Where reading theory meets practice The classroom: Teachers, methods, support determine whether students will succeed.

November 24, 1997

ENTER A FIRST-GRADE classroom and all the lofty talk about how children learn to read dissolves into a blur of youthful energy. A master teacher will quickly steer her children's attention toward the tasks at hand. For novice teachers, that challenge will be far more difficult, especially in schools where children bring to class the distractions common to neighborhoods plagued by poverty and crime.

As reporters Debbie M. Price and Stephen Henderson continue their examination of two city elementary schools during this school year, the nature of the challenge facing many teachers will become evident. Readers will also get a better understanding of the crucial factors that affect academic achievement.

A teacher's skill, experience and training are central to every child's success. But so is the support that teacher gets from school officials. Is she using an effective curriculum? Does she have the materials she needs? Is the school itself orderly and under control? Do novice teachers have the support of an experienced mentor? Are all teachers given the continuing training every professional needs? Even the best teacher can flounder if too many of these factors are working against her.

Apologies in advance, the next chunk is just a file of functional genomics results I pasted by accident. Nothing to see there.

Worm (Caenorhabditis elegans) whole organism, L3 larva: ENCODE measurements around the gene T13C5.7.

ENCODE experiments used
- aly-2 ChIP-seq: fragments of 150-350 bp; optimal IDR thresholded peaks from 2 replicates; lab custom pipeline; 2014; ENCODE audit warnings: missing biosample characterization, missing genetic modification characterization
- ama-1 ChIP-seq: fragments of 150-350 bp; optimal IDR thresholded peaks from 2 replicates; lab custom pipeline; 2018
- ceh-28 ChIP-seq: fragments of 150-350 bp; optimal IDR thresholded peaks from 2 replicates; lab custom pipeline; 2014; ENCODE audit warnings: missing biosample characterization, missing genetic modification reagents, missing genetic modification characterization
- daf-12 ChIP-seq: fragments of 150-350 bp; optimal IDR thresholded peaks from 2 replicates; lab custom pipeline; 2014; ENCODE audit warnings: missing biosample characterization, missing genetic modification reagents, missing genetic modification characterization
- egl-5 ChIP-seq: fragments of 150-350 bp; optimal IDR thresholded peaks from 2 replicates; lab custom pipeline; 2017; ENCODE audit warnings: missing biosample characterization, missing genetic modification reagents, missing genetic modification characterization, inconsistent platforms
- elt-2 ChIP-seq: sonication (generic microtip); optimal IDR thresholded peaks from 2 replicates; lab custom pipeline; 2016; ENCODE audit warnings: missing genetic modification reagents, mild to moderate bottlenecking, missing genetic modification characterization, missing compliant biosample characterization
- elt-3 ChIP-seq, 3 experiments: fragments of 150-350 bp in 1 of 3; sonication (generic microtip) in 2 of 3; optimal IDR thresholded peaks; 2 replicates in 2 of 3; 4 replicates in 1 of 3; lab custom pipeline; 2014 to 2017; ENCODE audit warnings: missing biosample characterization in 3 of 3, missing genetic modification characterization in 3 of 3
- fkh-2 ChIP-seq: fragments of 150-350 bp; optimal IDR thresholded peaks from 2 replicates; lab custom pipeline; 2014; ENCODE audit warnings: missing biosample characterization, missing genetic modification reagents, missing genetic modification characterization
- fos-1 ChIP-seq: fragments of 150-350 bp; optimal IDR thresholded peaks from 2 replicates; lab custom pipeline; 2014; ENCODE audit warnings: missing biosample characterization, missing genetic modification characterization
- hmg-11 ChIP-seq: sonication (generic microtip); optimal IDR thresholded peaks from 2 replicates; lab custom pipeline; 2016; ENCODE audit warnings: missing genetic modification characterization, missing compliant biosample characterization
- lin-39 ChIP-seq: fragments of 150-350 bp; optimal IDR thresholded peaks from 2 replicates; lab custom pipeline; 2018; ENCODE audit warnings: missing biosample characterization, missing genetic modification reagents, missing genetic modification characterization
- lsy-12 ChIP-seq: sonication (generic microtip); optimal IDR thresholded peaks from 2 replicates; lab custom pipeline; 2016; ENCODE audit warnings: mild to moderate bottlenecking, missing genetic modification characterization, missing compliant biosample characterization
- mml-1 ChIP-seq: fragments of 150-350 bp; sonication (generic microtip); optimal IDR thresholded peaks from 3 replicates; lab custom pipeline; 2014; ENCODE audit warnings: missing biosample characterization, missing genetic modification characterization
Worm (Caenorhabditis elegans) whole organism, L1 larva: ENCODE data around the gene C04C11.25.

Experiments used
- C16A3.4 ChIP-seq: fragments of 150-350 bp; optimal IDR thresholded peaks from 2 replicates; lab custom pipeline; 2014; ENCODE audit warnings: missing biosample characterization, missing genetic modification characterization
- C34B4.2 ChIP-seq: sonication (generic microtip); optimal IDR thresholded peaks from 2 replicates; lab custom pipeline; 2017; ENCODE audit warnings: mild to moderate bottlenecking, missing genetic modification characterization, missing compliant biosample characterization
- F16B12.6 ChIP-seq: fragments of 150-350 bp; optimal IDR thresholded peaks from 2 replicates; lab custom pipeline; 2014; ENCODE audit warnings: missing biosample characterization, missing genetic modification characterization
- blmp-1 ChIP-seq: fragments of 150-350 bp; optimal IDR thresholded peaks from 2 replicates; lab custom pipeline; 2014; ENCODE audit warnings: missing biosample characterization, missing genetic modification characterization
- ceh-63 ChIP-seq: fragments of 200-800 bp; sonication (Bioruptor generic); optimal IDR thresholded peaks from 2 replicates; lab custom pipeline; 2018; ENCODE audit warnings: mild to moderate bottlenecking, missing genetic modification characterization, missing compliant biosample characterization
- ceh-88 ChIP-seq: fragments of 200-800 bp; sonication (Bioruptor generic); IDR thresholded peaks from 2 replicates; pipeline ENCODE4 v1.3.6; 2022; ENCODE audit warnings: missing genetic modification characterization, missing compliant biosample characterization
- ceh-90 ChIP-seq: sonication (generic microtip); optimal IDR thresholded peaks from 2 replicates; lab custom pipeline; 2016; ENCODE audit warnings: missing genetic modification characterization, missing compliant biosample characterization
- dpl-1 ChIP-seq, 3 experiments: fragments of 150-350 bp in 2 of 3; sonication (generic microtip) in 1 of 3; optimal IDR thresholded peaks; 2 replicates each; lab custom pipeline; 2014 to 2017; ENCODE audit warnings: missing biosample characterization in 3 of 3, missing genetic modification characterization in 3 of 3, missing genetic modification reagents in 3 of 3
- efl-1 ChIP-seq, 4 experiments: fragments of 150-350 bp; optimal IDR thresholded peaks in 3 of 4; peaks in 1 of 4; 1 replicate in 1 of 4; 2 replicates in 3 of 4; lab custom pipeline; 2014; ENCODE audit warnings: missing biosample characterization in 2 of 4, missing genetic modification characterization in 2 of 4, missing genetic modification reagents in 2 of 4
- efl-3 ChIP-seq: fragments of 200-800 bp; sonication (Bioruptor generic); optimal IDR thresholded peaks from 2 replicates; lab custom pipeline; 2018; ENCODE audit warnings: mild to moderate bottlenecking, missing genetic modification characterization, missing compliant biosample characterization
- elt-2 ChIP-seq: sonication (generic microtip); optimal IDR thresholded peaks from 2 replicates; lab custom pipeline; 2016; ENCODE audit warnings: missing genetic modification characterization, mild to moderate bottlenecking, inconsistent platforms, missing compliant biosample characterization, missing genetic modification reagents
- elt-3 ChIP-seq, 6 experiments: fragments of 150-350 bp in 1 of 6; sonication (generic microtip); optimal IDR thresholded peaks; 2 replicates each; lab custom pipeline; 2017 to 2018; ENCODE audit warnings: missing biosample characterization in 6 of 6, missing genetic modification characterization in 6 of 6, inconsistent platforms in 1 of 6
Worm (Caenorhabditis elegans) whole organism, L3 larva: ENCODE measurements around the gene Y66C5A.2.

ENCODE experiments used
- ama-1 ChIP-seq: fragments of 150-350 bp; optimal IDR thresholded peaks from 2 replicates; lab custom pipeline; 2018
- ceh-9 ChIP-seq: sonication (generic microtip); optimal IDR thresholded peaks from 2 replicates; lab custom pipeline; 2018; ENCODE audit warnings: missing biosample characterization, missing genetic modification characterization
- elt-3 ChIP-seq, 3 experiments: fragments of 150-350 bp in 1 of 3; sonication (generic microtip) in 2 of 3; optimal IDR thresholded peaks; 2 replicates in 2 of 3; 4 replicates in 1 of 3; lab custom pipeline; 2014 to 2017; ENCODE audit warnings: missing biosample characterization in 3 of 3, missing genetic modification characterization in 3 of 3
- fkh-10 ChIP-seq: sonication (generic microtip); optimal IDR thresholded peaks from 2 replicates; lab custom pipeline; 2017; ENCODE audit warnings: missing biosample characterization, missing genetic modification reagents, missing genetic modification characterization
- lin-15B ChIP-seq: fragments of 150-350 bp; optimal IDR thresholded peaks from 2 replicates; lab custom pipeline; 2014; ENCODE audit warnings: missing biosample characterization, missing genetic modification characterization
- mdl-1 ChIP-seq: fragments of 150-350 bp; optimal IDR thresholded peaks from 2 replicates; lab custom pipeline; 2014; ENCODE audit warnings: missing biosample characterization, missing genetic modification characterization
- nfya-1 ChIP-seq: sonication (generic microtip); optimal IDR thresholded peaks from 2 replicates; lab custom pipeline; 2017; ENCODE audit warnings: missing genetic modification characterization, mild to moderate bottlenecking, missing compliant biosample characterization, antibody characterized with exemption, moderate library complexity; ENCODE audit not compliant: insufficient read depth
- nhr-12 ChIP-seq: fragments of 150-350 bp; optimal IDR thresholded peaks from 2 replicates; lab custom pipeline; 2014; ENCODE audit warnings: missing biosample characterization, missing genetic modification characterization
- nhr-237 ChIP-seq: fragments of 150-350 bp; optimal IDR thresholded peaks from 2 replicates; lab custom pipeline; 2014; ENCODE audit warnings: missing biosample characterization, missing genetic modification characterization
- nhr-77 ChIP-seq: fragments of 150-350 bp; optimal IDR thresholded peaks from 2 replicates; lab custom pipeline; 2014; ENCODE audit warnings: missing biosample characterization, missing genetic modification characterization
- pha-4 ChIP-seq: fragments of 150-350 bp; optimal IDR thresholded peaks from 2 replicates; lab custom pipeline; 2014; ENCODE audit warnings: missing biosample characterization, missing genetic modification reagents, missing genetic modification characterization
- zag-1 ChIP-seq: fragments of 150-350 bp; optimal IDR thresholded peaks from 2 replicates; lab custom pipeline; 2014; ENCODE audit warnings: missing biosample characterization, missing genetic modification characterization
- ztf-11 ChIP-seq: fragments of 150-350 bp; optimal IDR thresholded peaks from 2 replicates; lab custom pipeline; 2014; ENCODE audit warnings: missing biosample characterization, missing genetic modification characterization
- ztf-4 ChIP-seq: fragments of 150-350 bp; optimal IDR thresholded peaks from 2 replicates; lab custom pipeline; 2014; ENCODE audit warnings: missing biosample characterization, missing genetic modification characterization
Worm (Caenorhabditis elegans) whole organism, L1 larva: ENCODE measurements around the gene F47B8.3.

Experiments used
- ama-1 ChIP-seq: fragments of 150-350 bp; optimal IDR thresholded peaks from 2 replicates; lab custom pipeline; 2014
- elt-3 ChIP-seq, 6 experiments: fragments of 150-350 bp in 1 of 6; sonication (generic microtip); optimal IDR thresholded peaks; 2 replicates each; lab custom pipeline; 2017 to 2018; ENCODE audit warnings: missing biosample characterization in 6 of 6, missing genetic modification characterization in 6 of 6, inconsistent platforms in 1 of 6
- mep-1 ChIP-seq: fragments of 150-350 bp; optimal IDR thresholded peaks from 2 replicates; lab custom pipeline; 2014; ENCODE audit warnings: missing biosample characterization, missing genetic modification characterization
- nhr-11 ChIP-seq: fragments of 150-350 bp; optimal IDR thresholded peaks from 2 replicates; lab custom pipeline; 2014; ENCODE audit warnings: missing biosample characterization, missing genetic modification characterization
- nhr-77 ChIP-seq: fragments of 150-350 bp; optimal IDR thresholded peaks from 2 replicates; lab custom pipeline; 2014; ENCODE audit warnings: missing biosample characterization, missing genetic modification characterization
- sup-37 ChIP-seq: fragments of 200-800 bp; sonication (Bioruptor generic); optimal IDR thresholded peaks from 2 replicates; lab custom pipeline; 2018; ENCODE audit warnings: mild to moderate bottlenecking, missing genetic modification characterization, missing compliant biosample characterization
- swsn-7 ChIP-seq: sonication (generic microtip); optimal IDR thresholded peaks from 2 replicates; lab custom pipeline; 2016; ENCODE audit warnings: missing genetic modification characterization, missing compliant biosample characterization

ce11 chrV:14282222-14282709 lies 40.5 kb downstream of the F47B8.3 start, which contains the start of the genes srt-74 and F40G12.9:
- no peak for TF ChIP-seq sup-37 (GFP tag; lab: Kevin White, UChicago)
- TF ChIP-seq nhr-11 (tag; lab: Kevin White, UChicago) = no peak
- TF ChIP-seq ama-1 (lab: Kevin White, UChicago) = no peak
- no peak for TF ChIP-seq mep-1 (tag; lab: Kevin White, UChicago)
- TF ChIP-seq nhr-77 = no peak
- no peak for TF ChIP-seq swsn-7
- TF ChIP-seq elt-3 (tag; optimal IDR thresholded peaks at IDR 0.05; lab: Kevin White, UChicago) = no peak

The classroom is where reading theory meets practice. It is also the place where children learn they can succeed or the place they learn to view themselves as poor students engaged in a frustrating, uphill struggle.

Good teachers steeped in effective reading instruction and given the administrative support they need can make all the difference. Without strong teaching and well-supported teachers, no system can reform itself. Neither can it expect its children to become confident readers and successful students.

Pub Date: 11/24/97

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